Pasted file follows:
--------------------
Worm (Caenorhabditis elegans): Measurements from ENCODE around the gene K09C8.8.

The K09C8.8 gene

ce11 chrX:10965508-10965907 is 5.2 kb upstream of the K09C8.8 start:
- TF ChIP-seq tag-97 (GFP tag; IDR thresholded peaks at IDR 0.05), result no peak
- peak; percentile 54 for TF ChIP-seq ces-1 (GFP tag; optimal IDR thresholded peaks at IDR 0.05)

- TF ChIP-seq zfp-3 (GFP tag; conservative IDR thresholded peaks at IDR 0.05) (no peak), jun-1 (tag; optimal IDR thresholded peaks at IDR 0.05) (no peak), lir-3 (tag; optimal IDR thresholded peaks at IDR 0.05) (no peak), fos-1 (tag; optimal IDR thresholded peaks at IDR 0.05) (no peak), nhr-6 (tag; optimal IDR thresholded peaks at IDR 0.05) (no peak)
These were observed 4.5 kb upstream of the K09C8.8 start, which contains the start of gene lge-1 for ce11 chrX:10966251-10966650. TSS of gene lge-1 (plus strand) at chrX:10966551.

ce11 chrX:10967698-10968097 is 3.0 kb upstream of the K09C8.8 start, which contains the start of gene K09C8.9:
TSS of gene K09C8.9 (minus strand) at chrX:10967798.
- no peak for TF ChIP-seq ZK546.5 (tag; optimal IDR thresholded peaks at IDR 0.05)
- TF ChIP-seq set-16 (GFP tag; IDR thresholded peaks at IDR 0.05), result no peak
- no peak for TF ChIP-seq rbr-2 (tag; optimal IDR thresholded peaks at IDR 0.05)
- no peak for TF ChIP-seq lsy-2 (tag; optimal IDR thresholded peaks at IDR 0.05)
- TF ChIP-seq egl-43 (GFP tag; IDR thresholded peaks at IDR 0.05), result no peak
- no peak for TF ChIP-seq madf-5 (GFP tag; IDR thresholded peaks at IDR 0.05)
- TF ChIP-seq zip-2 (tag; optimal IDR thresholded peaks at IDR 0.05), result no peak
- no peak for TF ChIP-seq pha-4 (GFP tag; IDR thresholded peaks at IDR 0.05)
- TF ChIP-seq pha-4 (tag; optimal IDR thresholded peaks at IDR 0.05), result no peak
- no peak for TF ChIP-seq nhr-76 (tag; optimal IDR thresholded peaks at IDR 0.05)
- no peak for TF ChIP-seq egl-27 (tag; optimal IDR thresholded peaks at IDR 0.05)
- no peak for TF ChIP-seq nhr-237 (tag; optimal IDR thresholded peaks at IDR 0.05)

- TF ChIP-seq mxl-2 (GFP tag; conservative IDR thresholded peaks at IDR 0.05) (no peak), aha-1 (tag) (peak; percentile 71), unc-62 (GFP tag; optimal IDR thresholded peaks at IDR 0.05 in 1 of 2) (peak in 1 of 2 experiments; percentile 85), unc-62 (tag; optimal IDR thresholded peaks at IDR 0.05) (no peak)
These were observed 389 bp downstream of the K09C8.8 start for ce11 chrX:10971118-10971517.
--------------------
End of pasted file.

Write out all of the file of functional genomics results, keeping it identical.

Worm (Caenorhabditis elegans): Measurements from ENCODE around the gene K09C8.8.

The K09C8.8 gene

ce11 chrX:10965508-10965907 is 5.2 kb upstream of the K09C8.8 start:
- TF ChIP-seq tag-97 (GFP tag; IDR thresholded peaks at IDR 0.05), result no peak
- peak; percentile 54 for TF ChIP-seq ces-1 (GFP tag; optimal IDR thresholded peaks at IDR 0.05)

- TF ChIP-seq zfp-3 (GFP tag; conservative IDR thresholded peaks at IDR 0.05) (no peak), jun-1 (tag; optimal IDR thresholded peaks at IDR 0.05) (no peak), lir-3 (tag; optimal IDR thresholded peaks at IDR 0.05) (no peak), fos-1 (tag; optimal IDR thresholded peaks at IDR 0.05) (no peak), nhr-6 (tag; optimal IDR thresholded peaks at IDR 0.05) (no peak)
These were observed 4.5 kb upstream of the K09C8.8 start, which contains the start of gene lge-1 for ce11 chrX:10966251-10966650. TSS of gene lge-1 (plus strand) at chrX:10966551.

ce11 chrX:10967698-10968097 is 3.0 kb upstream of the K09C8.8 start, which contains the start of gene K09C8.9:
TSS of gene K09C8.9 (minus strand) at chrX:10967798.
- no peak for TF ChIP-seq ZK546.5 (tag; optimal IDR thresholded peaks at IDR 0.05)
- TF ChIP-seq set-16 (GFP tag; IDR thresholded peaks at IDR 0.05), result no peak
- no peak for TF ChIP-seq rbr-2 (tag; optimal IDR thresholded peaks at IDR 0.05)
- no peak for TF ChIP-seq lsy-2 (tag; optimal IDR thresholded peaks at IDR 0.05)
- TF ChIP-seq egl-43 (GFP tag; IDR thresholded peaks at IDR 0.05), result no peak
- no peak for TF ChIP-seq madf-5 (GFP tag; IDR thresholded peaks at IDR 0.05)
- TF ChIP-seq zip-2 (tag; optimal IDR thresholded peaks at IDR 0.05), result no peak
- no peak for TF ChIP-seq pha-4 (GFP tag; IDR thresholded peaks at IDR 0.05)
- TF ChIP-seq pha-4 (tag; optimal IDR thresholded peaks at IDR 0.05), result no peak
- no peak for TF ChIP-seq nhr-76 (tag; optimal IDR thresholded peaks at IDR 0.05)
- no peak for TF ChIP-seq egl-27 (tag; optimal IDR thresholded peaks at IDR 0.05)
- no peak for TF ChIP-seq nhr-237 (tag; optimal IDR thresholded peaks at IDR 0.05)

- TF ChIP-seq mxl-2 (GFP tag; conservative IDR thresholded peaks at IDR 0.05) (no peak), aha-1 (tag) (peak; percentile 71), unc-62 (GFP tag; optimal IDR thresholded peaks at IDR 0.05 in 1 of 2) (peak in 1 of 2 experiments; percentile 85), unc-62 (tag; optimal IDR thresholded peaks at IDR 0.05) (no peak)
These were observed 389 bp downstream of the K09C8.8 start for ce11 chrX:10971118-10971517.